New edit sports modifier indicator of ‘1.’
To kick off 2018, let’s take a look at a late-year Correct Coding Initiative (CCI) edit that bundles a pair of toe repair codes.
The basics: CCI tightened up its restrictions on coding for foot contracture release along with hammertoe repair.
Check out how this new edit will affect your coding moving forward.
Leave 28270 Off Most 28285 Claims
CCI now explicitly forbids you from reporting 28270 (Capsulotomy; metatarsophalangeal joint, with or without tenorrhaphy, each joint (separate procedure)) and 28285 (Correction, hammertoe (eg, interphalangeal fusion, partial or total phalangectomy)) for the same patient encounter. According to CCI, 28270 is now a column 2 (component) code to 28285, the column 1 (comprehensive) code.
Example: An established patient reports to the orthopedist. After a level-three evaluation and management (E/M) service, the orthopedist diagnoses right-footed acquired hammertoe. She performs hammertoe correction via total phalangectomy, and also performs capsulotomy for one joint with tenorrhaphy.
In this instance, you’d most likely report 28285 for the repair, and 99213 (Office or other outpatient visit for the evaluation and management of an established patient, which requires at least 2 of these 3 key components: An expanded problem focused history; An expanded problem focused examination; Medical decision making of low complexity …) for the E/M with modifier 57 (Decision for surgery) appended. This modifier shows the payer that the orthopedist performed the E/M, then decided to perform the repair based on the E/M results. Also, append M20.41 (Other hammer toe(s) (acquired), right foot) to 28285 and 99213 to represent the patient’s hammertoe.
Why not 25? You might be tempted to append modifier 25 (Significant, separately identifiable evaluation and management service by the same physician or other qualified health care professional on the same day of the procedure or other service), to an E/M preceding 28285; don’t do it. You should append modifier 25 to significant, separately identifiable E/Ms that occur before a minor surgery — one with a global period of 10 days or less. Modifier 57 is correct for 28285 because the repair code has a global period of 90 days.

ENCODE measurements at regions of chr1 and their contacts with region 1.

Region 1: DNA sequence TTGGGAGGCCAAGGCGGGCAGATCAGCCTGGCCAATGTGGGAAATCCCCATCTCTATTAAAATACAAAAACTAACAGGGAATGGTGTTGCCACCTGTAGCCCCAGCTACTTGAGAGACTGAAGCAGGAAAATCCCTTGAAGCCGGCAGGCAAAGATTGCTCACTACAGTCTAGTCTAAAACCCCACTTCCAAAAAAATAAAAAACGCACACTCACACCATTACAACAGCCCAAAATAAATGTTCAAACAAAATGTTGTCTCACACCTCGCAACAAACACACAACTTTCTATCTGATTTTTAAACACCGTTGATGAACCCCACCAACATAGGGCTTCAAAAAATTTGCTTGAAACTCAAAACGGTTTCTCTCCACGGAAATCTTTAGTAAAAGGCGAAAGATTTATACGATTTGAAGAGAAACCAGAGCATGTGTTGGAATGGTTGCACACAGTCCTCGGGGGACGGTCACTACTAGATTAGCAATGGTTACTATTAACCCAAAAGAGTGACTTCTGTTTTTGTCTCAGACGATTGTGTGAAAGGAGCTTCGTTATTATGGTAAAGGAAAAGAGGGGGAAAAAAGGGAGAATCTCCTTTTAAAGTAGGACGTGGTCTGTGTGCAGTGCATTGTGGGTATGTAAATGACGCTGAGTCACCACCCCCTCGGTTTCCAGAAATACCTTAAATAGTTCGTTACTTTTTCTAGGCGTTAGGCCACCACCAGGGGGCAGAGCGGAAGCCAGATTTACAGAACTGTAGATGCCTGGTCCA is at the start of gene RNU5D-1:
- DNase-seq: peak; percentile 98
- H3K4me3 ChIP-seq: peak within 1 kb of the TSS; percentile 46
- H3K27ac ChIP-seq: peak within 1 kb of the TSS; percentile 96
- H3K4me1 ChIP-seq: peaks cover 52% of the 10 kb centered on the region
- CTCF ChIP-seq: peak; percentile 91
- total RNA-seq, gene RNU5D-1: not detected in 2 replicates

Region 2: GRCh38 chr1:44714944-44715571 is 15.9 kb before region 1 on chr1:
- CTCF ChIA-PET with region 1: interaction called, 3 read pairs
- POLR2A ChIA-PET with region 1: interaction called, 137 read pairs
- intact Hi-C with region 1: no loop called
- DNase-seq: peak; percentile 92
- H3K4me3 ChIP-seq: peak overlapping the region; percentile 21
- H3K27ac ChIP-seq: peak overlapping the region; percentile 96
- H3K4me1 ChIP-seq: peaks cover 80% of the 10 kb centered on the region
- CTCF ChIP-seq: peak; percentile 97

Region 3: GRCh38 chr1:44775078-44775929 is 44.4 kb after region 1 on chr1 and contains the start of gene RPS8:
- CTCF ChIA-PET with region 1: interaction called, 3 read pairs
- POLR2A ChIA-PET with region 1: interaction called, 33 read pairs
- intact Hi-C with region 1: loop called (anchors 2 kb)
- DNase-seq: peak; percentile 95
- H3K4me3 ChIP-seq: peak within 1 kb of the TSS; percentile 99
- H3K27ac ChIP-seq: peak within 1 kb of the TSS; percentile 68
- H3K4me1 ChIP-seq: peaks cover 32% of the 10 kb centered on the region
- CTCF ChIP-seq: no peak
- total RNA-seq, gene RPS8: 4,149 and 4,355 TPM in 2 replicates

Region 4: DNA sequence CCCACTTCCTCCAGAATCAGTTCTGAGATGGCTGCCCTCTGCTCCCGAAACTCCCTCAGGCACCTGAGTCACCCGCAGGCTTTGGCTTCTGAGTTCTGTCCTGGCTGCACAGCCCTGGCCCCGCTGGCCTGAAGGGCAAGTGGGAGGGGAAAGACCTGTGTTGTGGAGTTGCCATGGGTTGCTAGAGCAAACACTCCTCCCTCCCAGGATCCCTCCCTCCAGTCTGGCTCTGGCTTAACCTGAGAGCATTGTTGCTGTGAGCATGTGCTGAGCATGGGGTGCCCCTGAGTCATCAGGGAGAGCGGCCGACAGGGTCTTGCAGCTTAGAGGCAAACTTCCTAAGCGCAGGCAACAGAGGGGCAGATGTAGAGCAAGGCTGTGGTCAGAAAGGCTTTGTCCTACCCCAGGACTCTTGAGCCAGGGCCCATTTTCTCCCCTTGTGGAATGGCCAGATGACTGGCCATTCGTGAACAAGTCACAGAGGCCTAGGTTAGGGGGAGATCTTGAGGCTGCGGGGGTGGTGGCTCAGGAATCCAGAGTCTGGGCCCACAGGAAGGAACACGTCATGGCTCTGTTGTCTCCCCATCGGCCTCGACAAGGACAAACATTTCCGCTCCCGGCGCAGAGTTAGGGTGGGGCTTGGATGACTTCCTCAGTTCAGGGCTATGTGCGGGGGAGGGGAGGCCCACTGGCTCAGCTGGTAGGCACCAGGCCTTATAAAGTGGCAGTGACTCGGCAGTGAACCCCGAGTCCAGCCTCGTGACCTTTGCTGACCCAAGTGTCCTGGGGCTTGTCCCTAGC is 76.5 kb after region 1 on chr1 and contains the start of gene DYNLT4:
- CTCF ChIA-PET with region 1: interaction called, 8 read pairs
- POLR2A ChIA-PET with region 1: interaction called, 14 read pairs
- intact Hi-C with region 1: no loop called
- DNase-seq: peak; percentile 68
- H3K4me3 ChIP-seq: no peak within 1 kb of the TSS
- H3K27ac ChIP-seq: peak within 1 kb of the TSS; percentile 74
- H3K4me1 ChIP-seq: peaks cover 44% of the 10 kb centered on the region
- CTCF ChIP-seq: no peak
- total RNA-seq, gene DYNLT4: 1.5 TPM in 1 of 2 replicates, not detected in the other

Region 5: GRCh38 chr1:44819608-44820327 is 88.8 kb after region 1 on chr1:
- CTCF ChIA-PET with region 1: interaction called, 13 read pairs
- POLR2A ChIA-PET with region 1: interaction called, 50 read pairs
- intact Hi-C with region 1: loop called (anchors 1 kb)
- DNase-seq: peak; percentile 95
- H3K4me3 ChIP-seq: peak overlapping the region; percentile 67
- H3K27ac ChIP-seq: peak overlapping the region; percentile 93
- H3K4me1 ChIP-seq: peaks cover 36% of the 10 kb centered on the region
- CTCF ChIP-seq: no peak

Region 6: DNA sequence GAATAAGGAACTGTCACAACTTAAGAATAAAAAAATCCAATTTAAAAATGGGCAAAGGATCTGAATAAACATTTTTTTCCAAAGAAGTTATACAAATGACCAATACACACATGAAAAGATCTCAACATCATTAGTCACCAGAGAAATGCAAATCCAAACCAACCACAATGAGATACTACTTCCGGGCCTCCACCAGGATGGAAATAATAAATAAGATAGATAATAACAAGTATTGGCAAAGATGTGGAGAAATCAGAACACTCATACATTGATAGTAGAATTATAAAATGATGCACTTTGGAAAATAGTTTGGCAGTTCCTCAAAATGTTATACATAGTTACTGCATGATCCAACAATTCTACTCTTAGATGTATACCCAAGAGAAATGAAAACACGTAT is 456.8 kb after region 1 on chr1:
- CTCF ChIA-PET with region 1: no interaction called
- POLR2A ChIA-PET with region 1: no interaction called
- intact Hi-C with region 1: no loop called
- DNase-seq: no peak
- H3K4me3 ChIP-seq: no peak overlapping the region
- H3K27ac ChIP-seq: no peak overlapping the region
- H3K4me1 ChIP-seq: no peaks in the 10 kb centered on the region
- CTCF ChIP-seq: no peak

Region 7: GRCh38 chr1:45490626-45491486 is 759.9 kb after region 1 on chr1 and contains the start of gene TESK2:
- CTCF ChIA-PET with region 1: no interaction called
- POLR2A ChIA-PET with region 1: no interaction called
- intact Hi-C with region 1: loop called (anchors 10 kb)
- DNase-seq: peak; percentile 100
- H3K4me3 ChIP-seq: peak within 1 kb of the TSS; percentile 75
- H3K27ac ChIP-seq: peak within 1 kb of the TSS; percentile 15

Modifier Makes Unbundling Possible
Since CCI slapped a modifier indicator of 1 on the 28285/28270 edit, you might be able to unbundle the codes and report them separately in certain situations. If the bundle had a modifier indicator of “0,” you couldn’t unbundle the edit combination under any circumstances.
Check with payer: Since this edit is still fresh, you might want to check with your payer before breaking the 28285/28270 edit, to see if the practice is allowed. If you do break the bundle, you’ll be reporting 28285 first, and reporting 28270 with modifier 59 (Distinct procedural service) appended.
‘X’-ception: Each year, more payers are switching to the X modifiers; these are a more specific set of modifiers that are meant to replace modifier 59. The X modifiers are:
Remember: “The X modifiers replace modifier 59 only in these four situations; there will be other instances where modifier 59 will still apply,” explains Heidi Stout, BA, CPC, COSC, PCS, CCS-P, with Coder on Call, Inc., in Milltown, New Jersey. “The X modifiers are a subset; they do not completely replace modifier 59.”
If you’re unsure of your payer’s stance on modifier 59/X modifiers, be sure to check your contract before filing any claim with distinct procedural services.